There’s Coke, there’s Pepsi, and there’s 7 Up…but in the state of Maine, the soda they celebrate is Moxie. It’s a drink that actually outsold Coca-Cola nationally in the 1920s — and even gave us a new word, meaning “pluck, courage and strength,” said Moxie fan Merrill Lewis. “Few people know that this word came from drinking.”
Lewis enjoys spreading his favorite drink at the Moxie Museum in Union, Maine, the birthplace of Dr. Augustin Thompson, who began selling his Moxie Nerve Food in Lowell, Massachusetts in 1885.
Correspondent Nancy Giles asked, “What were some of the claims about things it could cure?”
“It could cure nervous exhaustion, loss of virility, impotence,” Lewis said. “I like to say everything from bad breath to fingernails!”
Jim Baumer, who wrote the book about Moxie, said, “Moxie was really the Viagra of its time.”
The drink’s heyday was in the early 1900s. “Every major city in America had a big billboard advertising Moxie, [as well as] sides of buildings with the Moxie logo with these ads painted on them,” Baumer said. “You had Moxie in magazines. Wherever there was a marketing presence, Moxie would jump in and be a part of it.”
It was a marketing blitz unprecedented at the time, featuring Moxie songs, celebrity endorsements, a Moxie toy, and Moxie candy.
Listen to “Moxie (One Step)” from 1921 (music by Norman Leigh, lyrics by Dennis J. Shea), performed by Arthur Fields:
And something called the Moxie horsemobile – a horse mounted on a car chassis that was driven around the country.
And a boy Moxie, with eyes like Rudolph Valentino. “Yeah, the guy that’s pointing, and he’s got dark eyes, and he’s pointing at you saying, ‘Drink my Moxie or I’ll kill you’!” laughed Louis.
And if the Moxie boy looks familiar, in Moxie lore, he inspired the iconic World War I recruiting poster featuring Uncle Sam.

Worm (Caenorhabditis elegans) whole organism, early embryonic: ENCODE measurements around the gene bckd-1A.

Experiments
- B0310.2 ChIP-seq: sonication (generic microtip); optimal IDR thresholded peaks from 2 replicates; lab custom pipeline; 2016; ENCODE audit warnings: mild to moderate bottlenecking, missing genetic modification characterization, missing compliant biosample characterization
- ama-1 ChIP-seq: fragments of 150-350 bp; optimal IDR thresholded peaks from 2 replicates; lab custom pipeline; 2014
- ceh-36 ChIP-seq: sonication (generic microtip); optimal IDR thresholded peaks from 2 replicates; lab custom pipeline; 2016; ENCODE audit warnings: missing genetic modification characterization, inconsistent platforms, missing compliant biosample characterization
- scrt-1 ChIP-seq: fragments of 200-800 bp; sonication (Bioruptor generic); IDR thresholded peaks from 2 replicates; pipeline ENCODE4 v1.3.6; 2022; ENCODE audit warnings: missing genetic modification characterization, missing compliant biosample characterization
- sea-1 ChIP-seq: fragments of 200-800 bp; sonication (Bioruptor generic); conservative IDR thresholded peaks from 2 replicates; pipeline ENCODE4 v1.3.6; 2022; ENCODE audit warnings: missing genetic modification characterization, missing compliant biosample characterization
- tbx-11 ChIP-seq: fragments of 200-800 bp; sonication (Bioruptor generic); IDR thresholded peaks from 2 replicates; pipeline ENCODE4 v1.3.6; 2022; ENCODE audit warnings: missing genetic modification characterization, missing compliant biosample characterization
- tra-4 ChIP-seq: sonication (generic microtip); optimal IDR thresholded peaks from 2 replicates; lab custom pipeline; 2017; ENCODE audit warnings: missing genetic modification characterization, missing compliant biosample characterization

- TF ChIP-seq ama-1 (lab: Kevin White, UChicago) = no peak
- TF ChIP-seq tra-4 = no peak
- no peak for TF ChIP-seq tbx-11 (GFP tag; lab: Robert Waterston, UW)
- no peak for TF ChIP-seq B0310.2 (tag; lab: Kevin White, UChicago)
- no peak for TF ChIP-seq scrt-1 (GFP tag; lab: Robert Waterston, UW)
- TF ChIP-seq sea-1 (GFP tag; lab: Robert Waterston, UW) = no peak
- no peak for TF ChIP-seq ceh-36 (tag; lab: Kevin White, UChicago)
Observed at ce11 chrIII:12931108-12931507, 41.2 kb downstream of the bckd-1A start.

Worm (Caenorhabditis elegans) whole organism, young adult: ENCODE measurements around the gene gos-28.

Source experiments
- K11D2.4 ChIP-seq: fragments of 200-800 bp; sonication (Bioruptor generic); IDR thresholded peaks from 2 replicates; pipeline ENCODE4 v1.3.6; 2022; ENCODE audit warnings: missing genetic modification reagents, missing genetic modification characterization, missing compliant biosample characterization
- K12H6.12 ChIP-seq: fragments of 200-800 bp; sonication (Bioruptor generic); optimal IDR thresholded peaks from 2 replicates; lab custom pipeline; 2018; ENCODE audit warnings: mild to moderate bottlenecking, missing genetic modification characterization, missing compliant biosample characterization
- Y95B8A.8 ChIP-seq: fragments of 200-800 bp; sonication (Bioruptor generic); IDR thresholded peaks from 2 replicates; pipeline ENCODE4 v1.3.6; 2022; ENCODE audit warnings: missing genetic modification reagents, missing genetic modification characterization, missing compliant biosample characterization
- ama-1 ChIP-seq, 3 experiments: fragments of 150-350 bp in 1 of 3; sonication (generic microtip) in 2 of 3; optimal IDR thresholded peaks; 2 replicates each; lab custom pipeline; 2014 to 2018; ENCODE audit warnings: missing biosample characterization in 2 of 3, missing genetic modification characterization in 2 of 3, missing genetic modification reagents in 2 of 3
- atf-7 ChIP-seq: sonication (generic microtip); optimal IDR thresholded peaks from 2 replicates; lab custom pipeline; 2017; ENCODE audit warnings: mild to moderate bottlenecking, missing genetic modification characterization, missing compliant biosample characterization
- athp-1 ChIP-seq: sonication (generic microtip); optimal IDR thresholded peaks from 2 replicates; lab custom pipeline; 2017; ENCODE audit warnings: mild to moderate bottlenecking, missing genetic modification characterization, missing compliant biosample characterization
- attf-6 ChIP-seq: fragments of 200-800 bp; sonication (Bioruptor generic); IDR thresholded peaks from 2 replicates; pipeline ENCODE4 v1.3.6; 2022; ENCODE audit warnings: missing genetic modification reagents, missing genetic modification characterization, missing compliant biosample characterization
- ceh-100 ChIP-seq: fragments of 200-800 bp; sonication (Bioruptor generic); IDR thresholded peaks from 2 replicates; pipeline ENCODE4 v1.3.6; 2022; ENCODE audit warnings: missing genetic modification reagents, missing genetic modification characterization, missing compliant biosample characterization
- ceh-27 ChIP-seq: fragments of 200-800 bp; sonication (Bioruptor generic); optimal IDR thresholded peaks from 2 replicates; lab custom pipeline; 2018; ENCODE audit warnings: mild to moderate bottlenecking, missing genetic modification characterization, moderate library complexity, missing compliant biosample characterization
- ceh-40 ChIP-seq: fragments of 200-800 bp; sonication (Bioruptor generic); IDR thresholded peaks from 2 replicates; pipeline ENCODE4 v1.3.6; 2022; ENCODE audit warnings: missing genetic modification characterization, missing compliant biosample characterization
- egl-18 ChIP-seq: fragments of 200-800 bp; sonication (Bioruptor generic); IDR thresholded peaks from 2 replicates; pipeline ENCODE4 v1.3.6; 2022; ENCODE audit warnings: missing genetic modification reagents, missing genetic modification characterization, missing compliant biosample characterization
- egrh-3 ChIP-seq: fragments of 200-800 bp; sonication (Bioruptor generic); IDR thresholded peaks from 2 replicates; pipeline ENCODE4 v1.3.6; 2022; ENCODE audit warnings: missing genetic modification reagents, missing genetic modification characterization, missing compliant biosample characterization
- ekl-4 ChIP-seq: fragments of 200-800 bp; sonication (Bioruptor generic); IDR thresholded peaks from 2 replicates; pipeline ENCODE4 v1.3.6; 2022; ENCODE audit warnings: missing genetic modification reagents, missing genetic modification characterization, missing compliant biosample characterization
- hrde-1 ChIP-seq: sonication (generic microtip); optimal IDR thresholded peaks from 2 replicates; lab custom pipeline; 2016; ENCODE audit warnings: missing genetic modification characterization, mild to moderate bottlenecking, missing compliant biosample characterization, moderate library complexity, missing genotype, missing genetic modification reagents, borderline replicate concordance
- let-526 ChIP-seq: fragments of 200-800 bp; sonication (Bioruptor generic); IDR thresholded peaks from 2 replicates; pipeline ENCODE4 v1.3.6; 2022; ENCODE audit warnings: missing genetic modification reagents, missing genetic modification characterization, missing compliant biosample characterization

Every summer (with a two-year break due to COVID), people from all over the world gather in Lisbon Falls, Maine to celebrate Moxie, with parades. bake-offs, with entries like Moxie Barbecue Baked Beans (“You’ve got to have as much Moxie as possible,” the chef said). Moxie memorabilia? and Moxie ice cream.
Back in 2000, when “Sunday Morning” last visited Lisbon Falls, Frank Anicetti (who helped create the Moxie Festival) said, “If you drink Moxie, you’ve got moxie – and you’ve got moxie if you drink Moxie. So simple!”
By now, you’re probably wondering what Moxie tastes like. Well, it’s kind of hard to describe, but that doesn’t stop anyone from trying. One man said, “It’s like root beer and coke and coffee all together, and you mix it, and it’s really hot [or] cold.”
Aaron Sheridan offered: “Tastes like a rough root beer.”
Brittany Payne, decked out in her “Ms. Moxie” sash, said, “Personally, I think it tastes like a little bit of straight root bear, a little bit of flat Pepsi, mixed with a little bit of cough syrup.”
Well, there you have it – a soft drink that inspired a word and, according to Moxie lovers, might be just what we need today. As Merrill Lewis said, “What this country needs is plenty of moxie!”
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Story production by Mary Lou Teel. Editor: George Pozderec.